Montreal Contemporary Art during the South End Art Hop
September 9th & 10th,2011 in Burlington, Vermont

The South End Art Hop is Vermont’s largest visual art event. In its 19th year, the two-day event occurs on the weekend following the Labour Day holiday and attracts over 30,000 visitors and hosts more than 500 participating artists.

During the South End Art Hop, Galerie Maison Kasini (Kasini House’s Canadian sister company) presents “Montreal Contemporary Art,” an exhibition of artwork from Montreal.

The purpose of the exhibition is to generate enthusiasm for Quebec art, to promote Montreal as an art destination, and to foster dialogue and connection between the two communities. The exhibition is presented with support from L’Association des galeries d’art contemporain (AGAC) and Société de développement des entreprises culturelles (SODEC).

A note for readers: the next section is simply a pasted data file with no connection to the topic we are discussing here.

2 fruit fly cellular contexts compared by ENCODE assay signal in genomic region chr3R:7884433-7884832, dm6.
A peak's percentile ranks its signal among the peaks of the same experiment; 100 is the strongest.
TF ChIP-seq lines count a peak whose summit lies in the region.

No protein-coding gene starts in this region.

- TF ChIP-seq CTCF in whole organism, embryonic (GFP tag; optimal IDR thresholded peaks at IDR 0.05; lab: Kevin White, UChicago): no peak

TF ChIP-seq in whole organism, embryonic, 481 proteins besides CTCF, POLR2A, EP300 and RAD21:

The two-day event will take place on Friday, September 9th and Saturday, September 10th.

VISIT EXHIBITION WEBSITE

LOCATION: The exhibition is located 266 South Champlain Street. The building is accessible from South Champlain Street and from Pine Street. To access the building from Pine Street, go to 277 Pine Street (Black Horse Fine Art Supply) and go behind the building. 277 Pine Street is across the street from The Soda Plant (SPACE, BACKSPACE, Brickels Studio Gallery, ReSource, etc).

Shovel Method by Sylvain Bouthillette (courtesy of Galerie Trois Points)

Participating Galleries

Galerie Maison Kasini | Galerie Trois Points | Galerie d’Este | Galerie Bernard

Participating Artists

Max Wyse | Sylvain Bouthillette | Aislinn Leggett | André Boucher | Jean-François Girard | Michael-Thomas Poulin | Dave Todaro | Yvon Goulet | Alice Jarry | Carl David Ruttan

Also On View

ARTSHOP

ArtShop sells small artist products. This includes books, folios, catalogues, monographs, chapbooks, ‘zines, small one-of-a-kind works, multiples, and other creative endeavours by contemporary working artists. ARTSHOP at the South End Art Hop will focus on Canadian Artists.